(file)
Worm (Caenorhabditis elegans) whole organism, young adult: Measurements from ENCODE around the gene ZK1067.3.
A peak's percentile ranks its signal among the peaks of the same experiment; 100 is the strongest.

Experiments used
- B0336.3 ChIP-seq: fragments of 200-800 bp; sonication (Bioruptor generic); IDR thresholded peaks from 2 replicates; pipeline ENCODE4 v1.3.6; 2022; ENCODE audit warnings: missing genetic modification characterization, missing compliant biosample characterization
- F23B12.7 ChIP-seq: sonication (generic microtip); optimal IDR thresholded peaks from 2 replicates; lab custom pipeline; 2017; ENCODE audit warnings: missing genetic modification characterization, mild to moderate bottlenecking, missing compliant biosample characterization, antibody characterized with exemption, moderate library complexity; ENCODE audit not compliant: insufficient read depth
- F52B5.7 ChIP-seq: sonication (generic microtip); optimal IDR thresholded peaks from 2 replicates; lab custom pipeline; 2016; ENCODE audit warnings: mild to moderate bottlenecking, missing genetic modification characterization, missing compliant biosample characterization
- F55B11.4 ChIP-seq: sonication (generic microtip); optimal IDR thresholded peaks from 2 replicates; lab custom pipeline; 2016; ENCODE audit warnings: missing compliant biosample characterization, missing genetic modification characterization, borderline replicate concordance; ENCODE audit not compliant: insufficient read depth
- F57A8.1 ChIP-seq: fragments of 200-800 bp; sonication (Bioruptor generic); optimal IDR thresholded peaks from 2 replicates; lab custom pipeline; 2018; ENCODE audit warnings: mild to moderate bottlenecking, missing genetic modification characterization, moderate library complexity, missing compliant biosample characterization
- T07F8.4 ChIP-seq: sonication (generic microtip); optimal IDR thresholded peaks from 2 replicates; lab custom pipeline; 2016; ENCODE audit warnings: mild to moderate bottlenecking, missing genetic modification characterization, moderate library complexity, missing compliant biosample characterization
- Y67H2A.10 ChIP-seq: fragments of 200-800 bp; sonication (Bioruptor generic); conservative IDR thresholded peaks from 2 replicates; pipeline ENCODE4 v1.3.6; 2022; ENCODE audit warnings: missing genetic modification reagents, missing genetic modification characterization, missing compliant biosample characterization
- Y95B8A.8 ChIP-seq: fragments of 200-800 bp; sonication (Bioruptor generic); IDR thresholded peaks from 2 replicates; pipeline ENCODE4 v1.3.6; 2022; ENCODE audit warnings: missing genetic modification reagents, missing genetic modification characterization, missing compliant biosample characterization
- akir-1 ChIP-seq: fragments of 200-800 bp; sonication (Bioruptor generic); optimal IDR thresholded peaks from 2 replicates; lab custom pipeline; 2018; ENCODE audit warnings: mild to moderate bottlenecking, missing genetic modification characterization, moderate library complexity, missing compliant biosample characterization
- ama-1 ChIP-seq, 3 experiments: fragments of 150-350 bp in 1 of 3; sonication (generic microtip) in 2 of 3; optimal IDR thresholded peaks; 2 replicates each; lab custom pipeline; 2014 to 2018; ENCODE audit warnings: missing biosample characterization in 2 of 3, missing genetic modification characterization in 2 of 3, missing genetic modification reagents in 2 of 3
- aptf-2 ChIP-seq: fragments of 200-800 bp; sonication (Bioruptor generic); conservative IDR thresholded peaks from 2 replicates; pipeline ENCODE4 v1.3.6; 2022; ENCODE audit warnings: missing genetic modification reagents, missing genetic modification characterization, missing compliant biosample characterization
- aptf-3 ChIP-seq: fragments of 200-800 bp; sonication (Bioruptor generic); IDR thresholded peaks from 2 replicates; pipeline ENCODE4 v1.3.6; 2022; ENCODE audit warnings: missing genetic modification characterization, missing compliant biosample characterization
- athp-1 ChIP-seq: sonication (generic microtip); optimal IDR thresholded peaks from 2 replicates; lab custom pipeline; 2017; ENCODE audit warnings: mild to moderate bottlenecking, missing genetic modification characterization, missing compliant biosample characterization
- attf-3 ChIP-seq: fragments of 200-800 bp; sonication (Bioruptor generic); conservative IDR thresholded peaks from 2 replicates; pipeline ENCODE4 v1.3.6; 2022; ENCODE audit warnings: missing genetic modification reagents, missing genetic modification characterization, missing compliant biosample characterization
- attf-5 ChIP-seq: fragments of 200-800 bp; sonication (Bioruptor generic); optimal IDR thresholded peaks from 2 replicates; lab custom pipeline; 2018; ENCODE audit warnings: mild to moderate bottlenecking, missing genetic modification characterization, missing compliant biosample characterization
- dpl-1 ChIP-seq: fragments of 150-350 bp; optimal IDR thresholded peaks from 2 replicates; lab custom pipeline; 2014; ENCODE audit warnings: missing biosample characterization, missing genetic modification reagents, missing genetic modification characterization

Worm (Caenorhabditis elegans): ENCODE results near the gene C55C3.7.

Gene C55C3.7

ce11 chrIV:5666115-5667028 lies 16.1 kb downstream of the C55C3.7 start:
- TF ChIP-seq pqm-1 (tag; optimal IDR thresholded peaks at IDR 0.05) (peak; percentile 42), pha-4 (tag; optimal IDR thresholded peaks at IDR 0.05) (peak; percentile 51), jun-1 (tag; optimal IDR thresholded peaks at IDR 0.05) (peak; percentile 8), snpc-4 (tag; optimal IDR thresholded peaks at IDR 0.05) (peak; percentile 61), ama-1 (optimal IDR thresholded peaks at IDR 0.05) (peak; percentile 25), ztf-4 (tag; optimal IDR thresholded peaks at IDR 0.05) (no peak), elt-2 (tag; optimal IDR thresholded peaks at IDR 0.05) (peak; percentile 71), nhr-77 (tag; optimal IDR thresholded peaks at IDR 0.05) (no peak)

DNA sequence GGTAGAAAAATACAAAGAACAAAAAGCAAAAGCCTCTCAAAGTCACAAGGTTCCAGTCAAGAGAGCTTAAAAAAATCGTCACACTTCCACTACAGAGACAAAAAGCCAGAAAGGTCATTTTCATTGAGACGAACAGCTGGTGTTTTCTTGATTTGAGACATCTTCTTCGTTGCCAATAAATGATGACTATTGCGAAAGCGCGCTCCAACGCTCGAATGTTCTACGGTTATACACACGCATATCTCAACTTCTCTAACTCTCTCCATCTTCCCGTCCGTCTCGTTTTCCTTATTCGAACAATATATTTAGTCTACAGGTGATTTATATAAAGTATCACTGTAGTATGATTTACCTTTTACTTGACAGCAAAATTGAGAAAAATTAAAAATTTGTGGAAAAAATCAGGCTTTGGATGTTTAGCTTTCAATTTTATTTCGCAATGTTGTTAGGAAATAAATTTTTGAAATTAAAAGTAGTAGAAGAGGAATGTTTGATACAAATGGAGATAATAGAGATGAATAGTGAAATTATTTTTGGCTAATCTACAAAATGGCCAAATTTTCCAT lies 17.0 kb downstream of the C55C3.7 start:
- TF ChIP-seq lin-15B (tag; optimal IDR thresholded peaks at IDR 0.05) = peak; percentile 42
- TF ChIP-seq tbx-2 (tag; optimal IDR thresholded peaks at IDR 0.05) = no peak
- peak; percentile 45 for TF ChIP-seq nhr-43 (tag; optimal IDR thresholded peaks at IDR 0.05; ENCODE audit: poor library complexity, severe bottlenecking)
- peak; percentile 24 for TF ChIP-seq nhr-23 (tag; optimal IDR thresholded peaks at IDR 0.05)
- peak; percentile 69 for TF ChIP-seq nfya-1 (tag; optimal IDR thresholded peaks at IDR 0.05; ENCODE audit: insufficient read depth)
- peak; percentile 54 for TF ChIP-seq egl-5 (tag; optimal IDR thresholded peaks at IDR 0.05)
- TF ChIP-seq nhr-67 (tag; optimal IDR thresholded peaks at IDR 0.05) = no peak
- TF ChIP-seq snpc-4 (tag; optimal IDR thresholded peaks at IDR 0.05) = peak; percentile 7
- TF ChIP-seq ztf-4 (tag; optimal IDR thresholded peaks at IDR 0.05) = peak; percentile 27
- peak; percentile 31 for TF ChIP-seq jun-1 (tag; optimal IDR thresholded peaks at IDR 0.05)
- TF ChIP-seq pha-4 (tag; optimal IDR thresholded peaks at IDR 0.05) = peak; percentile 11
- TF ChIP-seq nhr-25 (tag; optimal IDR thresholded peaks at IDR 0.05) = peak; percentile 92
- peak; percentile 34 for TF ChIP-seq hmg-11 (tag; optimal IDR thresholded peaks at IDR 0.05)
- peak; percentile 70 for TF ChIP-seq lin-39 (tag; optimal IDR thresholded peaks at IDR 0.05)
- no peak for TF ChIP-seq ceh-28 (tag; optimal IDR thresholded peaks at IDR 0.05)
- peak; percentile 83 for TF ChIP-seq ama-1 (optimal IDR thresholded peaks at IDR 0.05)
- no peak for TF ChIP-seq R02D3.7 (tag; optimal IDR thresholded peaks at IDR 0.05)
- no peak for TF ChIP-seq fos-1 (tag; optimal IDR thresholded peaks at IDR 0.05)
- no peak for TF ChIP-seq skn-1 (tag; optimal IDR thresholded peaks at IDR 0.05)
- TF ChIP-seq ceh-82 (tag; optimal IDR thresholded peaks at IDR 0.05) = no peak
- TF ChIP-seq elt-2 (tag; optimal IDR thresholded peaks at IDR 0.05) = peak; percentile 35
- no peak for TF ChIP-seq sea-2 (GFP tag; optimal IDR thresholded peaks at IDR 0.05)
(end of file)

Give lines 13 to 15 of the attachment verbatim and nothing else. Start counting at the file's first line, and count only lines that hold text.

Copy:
- ama-1 ChIP-seq, 3 experiments: fragments of 150-350 bp in 1 of 3; sonication (generic microtip) in 2 of 3; optimal IDR thresholded peaks; 2 replicates each; lab custom pipeline; 2014 to 2018; ENCODE audit warnings: missing biosample characterization in 2 of 3, missing genetic modification characterization in 2 of 3, missing genetic modification reagents in 2 of 3
- aptf-2 ChIP-seq: fragments of 200-800 bp; sonication (Bioruptor generic); conservative IDR thresholded peaks from 2 replicates; pipeline ENCODE4 v1.3.6; 2022; ENCODE audit warnings: missing genetic modification reagents, missing genetic modification characterization, missing compliant biosample characterization
- aptf-3 ChIP-seq: fragments of 200-800 bp; sonication (Bioruptor generic); IDR thresholded peaks from 2 replicates; pipeline ENCODE4 v1.3.6; 2022; ENCODE audit warnings: missing genetic modification characterization, missing compliant biosample characterization